The ancient text reads: “This is an inscription that I wrote with my own hand; my hand will wear out, but the inscription will remain.”

8. The Disgruntled Tourist

Period: 0-100 AC
Country: Egypt

The Disgruntled Touristphoto source: Archeology.org

We all know the Valley of Kings in Egypt. Famous for its mind-blowing tombs and pyramids, it is the location of some of humanity’s greatest monuments. Unfortunately, these testaments to human achievement are vandalized from time to time. What may come as a surprise is that vandalism was common even in ancient times.

The proof of that lies in the tomb of pharaoh Ramesses VI. Archeologists found over 1000 inscriptions made by tourists, carved and painted onto the walls of the tomb. One that stood out was a declaration made by a tourist who was displeased with their trip.

The tourist wrote, “I visited and I did not like anything except the sarcophagus!”

9. The Competing Pyramid Gangs

Period: 2550 BC
Country: Egypt

The Competing Pyramid Gangsphoto source: pbs.org

Building the famous pyramids in Giza was a grueling process that took a lot of hard work. Tens of thousands of Egyptians contributed to the building of these massive monuments. Some of the workers left behind graffiti, allowing archeologists and historians to learn more about the politics involved in the building.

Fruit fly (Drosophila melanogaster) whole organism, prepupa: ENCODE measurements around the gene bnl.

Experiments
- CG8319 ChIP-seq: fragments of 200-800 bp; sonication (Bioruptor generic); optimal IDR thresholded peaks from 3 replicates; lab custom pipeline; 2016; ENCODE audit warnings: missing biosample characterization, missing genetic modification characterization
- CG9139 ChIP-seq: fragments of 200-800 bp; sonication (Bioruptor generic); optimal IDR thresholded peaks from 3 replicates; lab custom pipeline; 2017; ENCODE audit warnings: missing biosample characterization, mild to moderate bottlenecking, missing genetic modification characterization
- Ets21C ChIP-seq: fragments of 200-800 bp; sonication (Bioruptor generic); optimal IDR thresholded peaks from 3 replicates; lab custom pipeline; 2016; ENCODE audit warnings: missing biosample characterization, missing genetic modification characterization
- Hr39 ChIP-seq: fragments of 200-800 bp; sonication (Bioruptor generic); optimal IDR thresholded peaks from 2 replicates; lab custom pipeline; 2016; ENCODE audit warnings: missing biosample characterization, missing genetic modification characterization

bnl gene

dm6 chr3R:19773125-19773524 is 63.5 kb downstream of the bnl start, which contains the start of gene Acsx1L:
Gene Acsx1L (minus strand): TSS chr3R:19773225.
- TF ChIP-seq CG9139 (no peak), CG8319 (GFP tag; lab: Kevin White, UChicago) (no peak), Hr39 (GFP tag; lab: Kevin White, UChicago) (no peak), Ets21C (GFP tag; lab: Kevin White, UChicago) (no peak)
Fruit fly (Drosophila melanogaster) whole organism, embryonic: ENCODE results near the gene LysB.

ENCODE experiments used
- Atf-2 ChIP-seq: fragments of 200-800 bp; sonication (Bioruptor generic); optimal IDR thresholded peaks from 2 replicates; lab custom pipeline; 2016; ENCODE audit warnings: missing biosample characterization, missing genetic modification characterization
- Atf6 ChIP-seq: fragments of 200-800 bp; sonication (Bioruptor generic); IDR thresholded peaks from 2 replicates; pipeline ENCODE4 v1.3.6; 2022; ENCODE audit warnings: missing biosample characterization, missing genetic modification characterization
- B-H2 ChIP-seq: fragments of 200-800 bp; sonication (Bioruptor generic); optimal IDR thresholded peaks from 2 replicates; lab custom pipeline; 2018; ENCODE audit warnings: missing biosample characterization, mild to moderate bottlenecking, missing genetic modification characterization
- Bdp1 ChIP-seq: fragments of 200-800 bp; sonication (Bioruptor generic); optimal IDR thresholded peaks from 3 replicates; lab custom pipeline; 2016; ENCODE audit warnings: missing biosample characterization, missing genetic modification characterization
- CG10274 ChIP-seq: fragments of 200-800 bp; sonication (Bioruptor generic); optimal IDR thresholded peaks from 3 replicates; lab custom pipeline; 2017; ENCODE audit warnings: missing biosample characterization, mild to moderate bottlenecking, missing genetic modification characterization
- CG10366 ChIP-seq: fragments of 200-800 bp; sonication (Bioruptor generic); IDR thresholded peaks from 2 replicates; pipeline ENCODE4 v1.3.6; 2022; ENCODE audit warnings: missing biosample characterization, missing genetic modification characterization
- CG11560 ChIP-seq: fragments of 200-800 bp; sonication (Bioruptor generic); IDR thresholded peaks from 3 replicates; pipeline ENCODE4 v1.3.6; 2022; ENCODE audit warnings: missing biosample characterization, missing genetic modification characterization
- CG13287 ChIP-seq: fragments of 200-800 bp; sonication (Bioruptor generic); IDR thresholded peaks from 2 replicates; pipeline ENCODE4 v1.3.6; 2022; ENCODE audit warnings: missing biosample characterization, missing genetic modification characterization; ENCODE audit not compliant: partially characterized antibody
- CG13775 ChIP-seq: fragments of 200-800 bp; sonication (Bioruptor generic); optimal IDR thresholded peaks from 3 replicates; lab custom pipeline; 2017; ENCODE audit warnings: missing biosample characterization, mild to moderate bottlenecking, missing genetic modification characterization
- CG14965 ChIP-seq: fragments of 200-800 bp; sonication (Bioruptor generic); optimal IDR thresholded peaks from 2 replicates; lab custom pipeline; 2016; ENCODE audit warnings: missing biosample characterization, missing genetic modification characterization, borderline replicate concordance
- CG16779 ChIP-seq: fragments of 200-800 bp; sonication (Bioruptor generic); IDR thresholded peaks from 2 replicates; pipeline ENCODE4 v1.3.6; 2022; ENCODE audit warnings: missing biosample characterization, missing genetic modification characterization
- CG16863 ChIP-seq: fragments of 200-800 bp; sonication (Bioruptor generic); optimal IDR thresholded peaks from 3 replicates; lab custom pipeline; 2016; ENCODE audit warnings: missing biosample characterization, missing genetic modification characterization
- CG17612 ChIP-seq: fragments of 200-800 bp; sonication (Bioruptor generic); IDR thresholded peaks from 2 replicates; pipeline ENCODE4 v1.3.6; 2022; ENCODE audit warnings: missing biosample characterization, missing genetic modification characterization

Some of the inscriptions on the pyramids read “Drunks of Menkaure” and “Friends of  Khufu Gang”. Both Menkaure and Khufu were Egyptian kings who ordered the creation of the pyramids.

It appears that the gangs competed against each other. Some pyramids have inscriptions from both, one on each side.

10. House of Maius Castricius

Period: 0-79 CE
Country: Pompeii

House of Maius Castriciusphoto source: Wikipedia

This beautifully preserved graffiti shows that leaving messages on the walls of houses was not limited to public buildings. Thanks to the efforts of archeologists, the House of Maius Castricius contains some of the highest quality ancient graffiti in the world.

The walls of the house are filled with examples of ancient poetry written in Latin. These poems may seem untidy at first, but they are usually arranged vertically and do not intrude upon the space of other poems. Some inscriptions consist of both writing and images.

The photo above shows the staircase of the House of Maius Castricius containing some of the poetry found in this ancient site.